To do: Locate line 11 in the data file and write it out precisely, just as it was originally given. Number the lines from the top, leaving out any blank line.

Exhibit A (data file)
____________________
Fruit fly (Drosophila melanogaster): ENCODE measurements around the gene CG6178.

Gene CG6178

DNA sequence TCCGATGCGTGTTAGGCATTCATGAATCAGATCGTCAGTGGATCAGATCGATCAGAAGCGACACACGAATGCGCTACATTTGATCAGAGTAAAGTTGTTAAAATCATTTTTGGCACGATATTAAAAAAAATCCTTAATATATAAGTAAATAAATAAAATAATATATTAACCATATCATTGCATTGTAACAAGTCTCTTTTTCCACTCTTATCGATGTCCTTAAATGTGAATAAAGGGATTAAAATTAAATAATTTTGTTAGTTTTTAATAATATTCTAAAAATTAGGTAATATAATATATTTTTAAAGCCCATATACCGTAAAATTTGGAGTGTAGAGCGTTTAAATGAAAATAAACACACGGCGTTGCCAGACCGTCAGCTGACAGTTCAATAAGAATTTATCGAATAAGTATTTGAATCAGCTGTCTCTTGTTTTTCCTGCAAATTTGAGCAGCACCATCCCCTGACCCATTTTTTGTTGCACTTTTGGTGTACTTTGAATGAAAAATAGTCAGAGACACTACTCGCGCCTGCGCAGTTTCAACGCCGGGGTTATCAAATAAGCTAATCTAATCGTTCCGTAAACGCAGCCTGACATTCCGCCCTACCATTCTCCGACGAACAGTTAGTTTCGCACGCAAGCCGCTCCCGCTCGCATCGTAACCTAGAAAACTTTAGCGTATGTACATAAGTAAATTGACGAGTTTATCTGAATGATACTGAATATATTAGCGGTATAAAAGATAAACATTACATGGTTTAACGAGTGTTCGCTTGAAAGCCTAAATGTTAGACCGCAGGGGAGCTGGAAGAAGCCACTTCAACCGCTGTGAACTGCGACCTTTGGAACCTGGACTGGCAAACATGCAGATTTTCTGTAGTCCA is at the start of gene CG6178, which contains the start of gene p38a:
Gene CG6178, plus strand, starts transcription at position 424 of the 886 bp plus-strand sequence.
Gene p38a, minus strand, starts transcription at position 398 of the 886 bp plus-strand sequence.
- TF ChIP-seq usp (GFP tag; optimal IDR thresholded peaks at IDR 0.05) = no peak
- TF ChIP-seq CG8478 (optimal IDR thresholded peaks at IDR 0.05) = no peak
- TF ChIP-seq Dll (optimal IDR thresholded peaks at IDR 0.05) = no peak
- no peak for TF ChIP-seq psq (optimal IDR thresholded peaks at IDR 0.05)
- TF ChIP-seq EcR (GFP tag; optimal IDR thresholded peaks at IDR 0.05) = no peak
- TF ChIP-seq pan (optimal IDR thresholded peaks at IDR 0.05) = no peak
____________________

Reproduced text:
- TF ChIP-seq pan (optimal IDR thresholded peaks at IDR 0.05) = no peak